“Drop that chemical nonsense and get this sauce up in your grill. No gunk. No junk. Just naturally tasty.”
– Dr Will’s BBQ Sauce

Dr Wills BBQ resized

Dr Will's packaging

Puns, personality and product info packed into a 20-word morsel of copy. Delicious.

“We don’t play around with perfection. Our plump, organic cashews come already laden with natural flavor and sweetness. So we interfere as little as possible to keep their natural goodness intact.”
– Plenish, Cashew Milk

Proving that pack copy doesn’t have to tell jokes to be effective. Tasty descriptions and a clear point of view are plenty.

Adding value

These examples show there’s no single way to write BoP. But whatever your copy does, it should add value.

That value might come from a dumb joke that makes a shopper smile (the Innocent/Oatly tactic). Or flavor descriptions so sharp and evocative you can taste the product before you’ve tasted it.

It could bring you into the brand’s bigger mission, without preaching. Or it could be something as simple as ideas on how to use the product in interesting ways. It’s free bonus content. And that’s a lot harder to put down.

When BoP becomes FoP

Sometimes the words you’d normally expect to find on the back of the pack creep around into the light, appearing front and center as celebrated parts of the design. In the world of packaging copy, this is exciting stuff. With their impossible-to-miss ingredients lists, RX Bar is probably the most famous example of BoP becoming FoP.

RX Bars

RX Bar's packaging

But it wasn’t just the ingredients that made their way out front. A smart bit of copywriting joined them. The final “no B.S.” (bad stuff) is a touch that elevates each list into something more. Those four letters capture the whole idea of the packaging — showcasing the brand’s fluff-free voice and commitment to transparency.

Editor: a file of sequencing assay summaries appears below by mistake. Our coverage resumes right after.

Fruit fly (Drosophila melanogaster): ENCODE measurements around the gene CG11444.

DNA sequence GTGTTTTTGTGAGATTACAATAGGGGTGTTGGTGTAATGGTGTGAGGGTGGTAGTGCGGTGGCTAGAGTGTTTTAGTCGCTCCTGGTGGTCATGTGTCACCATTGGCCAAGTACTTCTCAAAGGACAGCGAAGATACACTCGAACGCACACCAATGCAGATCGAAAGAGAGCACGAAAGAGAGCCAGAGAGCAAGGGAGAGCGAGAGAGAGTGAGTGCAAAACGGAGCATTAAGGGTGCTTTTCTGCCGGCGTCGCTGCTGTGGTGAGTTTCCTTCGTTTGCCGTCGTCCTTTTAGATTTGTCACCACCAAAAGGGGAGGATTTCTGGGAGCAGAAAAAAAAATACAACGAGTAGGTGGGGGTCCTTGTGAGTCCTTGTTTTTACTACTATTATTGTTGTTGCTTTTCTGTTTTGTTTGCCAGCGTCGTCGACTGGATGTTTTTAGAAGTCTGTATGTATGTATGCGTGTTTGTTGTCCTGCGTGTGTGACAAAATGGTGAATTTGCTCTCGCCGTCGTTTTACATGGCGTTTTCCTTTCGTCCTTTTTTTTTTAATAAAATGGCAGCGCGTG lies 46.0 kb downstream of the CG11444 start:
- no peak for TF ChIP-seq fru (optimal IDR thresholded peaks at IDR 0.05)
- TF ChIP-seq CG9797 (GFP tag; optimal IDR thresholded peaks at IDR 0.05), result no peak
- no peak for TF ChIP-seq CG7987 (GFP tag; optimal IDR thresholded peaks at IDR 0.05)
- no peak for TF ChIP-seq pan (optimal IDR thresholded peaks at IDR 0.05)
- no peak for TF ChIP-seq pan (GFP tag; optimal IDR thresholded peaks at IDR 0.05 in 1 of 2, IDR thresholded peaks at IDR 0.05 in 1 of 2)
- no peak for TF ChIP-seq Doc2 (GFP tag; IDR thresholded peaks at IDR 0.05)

Another example (and a bit of shameless self-promotion): British catalogue brand Argos used the power of prominent pack copy to elevate their value range.

Argos Simple Value

Argos' packaging

Each story is a few words max, but it brings you into the experience of using the product in a fun way. No shouty claims. No chatter. Just storytelling that helps a basics range feel a bit less basic.

“No one reads back of pack.”

This is something I’ve heard more than once working in design. BoP copy is usually low on the agenda, dashed out on the final fumes of the project budget. “It’s okay, no one reads it anyway.” Maybe. But my own experiences as a shopper tell me that’s not true. And if my own experience isn’t enough, ask Martin Lee, who applies the “effort equation” to cereal packaging in this article.

He points out that people do read pack copy, but only if they think it’s worth their time. If they see short, smartly laid-out writing, it tells them their attention will be rewarded. That’s how you get them to start reading. The rest comes down to the value of the words themselves. Sometimes those words are the clincher.

Without them, your brand’s not the full package.

This article was originally published in The Dieline.